It’s better to be alone than to be in bad company.
When Banks Compete, Investors Win Better Terms. Although Lowering Credit Standards Raised Risk Levels in Lenders’ Loan Portfolios
By Mark Heschmeyer December 17, 2014
It may be easier for Ben Bernanke to get a loan to buy an apartment building than to refinance his home mortgage.
While addressing a conference of the National Investment Center for Seniors Housing and Care in Chicago this fall, the former chairman of the Federal Reserve mentioned that he and his wife had recently been turned down by their lender after seeking to refinance their mortgage.
“The housing area is one area where regulation has not yet got it right,” Bernanke said. “I think the tightness of mortgage credit, lending is still probably excessive.”
Meanwhile, it certainly appears that commercial lenders have gotten it right, judging by the flood of capital available for commercial real estate borrowers.
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However, after commercial real estate underwriting standards eased for the third consecutive year in a row according to the Office of the Comptroller of the Currency’s 20th Annual Survey of Credit Underwriting, some are beginning to sound a note of caution that perhaps lending standards are becoming too accommodating.
Surveyed banks noted that they have continued to ease underwriting standards and take on increased levels of credit risk in response to abundant liquidity for commercial property and competitive pressures in the current low interest-rate environment. Large banks, as a group, reported the highest share of eased underwriting standards among those surveyed.
Ratings agencies are particularly sensitive over underwriting standards after taking heat from Congress and investors for failing to adequately account for risks and when rating securities backed by residential and commercial mortgages before the recession.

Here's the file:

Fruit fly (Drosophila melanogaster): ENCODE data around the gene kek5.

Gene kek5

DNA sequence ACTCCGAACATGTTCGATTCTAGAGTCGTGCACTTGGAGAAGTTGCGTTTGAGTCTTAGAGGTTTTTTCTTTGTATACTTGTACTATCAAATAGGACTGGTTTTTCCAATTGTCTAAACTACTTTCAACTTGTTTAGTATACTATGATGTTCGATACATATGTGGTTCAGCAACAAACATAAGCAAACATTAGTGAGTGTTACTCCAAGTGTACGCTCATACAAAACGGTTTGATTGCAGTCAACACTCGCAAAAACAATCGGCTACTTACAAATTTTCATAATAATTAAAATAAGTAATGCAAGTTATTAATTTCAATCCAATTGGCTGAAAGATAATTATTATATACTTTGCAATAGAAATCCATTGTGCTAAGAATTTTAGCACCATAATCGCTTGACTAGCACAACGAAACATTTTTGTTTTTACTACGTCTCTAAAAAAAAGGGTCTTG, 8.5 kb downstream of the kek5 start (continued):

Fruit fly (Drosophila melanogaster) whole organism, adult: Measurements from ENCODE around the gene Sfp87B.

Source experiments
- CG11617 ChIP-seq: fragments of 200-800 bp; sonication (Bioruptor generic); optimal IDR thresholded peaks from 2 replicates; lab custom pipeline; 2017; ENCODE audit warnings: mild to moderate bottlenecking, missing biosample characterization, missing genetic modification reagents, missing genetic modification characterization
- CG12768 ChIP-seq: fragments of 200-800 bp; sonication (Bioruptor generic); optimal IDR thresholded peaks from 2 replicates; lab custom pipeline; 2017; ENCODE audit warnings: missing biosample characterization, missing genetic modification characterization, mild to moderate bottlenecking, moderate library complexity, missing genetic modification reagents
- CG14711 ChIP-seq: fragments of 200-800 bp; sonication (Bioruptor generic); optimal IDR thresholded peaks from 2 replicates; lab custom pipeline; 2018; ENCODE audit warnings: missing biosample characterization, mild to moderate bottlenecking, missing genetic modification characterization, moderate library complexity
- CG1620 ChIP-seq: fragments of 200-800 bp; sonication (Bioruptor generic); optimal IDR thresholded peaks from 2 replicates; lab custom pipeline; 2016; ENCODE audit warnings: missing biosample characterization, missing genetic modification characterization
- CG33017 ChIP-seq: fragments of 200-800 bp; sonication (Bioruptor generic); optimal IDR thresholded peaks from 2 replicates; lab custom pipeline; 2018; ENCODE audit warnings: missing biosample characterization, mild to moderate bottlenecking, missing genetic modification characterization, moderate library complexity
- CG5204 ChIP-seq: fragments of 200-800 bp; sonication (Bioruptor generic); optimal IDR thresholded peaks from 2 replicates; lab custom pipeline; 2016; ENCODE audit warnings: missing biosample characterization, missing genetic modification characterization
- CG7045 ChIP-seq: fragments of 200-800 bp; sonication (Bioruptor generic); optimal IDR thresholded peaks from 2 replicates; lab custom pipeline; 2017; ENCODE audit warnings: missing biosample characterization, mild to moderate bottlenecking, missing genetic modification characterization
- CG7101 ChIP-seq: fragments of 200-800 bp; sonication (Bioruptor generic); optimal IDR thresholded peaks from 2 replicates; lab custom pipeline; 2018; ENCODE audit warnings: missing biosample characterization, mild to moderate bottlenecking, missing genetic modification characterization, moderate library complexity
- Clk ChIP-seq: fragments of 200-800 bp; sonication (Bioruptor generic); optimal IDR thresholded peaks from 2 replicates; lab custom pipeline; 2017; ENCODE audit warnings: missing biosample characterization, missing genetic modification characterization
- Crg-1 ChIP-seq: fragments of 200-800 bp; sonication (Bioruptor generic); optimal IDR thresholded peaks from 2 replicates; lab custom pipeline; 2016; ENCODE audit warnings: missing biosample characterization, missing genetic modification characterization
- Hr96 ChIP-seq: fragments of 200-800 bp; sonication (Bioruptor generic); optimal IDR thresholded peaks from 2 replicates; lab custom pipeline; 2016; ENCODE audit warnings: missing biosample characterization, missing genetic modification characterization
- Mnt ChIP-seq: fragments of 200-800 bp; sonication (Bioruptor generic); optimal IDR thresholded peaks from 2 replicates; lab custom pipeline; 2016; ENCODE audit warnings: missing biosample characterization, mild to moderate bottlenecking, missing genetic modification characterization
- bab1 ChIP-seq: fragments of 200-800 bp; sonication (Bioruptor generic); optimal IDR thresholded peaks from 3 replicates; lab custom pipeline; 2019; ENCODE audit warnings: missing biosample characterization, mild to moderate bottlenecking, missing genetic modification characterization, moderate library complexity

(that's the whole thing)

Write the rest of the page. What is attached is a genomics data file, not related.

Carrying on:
Slippage in underwriting standards should remain a key credit concern for investors, particularly in certain segments such as construction where lending conditions have been relatively frothy, Standard and Poor’s said in its 2015 banking outlook issued this week.
“In some loan classes (e.g., construction and development loans), ultra-low net charge-offs are prompting a rebound in construction lending among some banks. We remain cautious that some U.S. banks with below-average exposure to this category may be easing credit standards somewhat and pricing loans more aggressively to generate growth, which could eventually lead to deceleration in asset quality,” S&P analysts noted in their report. “While we do not expect widespread degradation in U.S. banks’ asset quality in 2015, we do expect a gradual build-up of provisions for the banking industry as reserve levels bottom out and loan growth increases more consistently.”
In the recent OCC survey, one-third of bank respondents reported an easing in commercial construction lending. This is the highest level of responses in this category this century. Only 2% reported tightening standards for commercial construction loans, the lowest level this century.
In addition to acknowledging the relaxed credit standards, bank respondents also noted that the level of credit risk in their construction loan portfolios has increased, excluding residential development. Twenty-one percent reported that credit risk has increased somewhat – more than double the number of respondents who indicated this trend last year. In addition, 44% expected this risk to rise next year.
When it came to CRE lending for residential construction including multifamily, 13% of bank respondents noted that credit standards had eased. This is the first time in six years that any bank has noted that trend.
Thirteen percent of bankers also noted that this has raised the credit risk somewhat for their residential construction loan portfolios – none did last year. In addition, 25% expected this risk to rise next year.
Thirty-seven percent of banks said underwriting standards had eased in their other commercial real estate loan portfolios – up from 24% in 2013. Just 4% said underwriting had tightened. That is the lowest level this century and compares to the 76% who said they tightened standards during the Great Recession years.
Twenty-seven percent of bankers this year said the easing has raised the credit risk in their other commercial real estate loan portfolios. And 44% expected that risk to increase next year.
Jennifer Kelly, senior deputy comptroller for bank supervision policy and chief national bank examiner, sounded a reassuring note in the OCC survey: “As banks continue to reach for volume and yield to improve margins and compete for limited loan demand, [OCC] supervisors will focus on banks’ efforts to maintain prudent underwriting standards, monitor portfolio credit risk, and reduce exceptions to policy,” she said.
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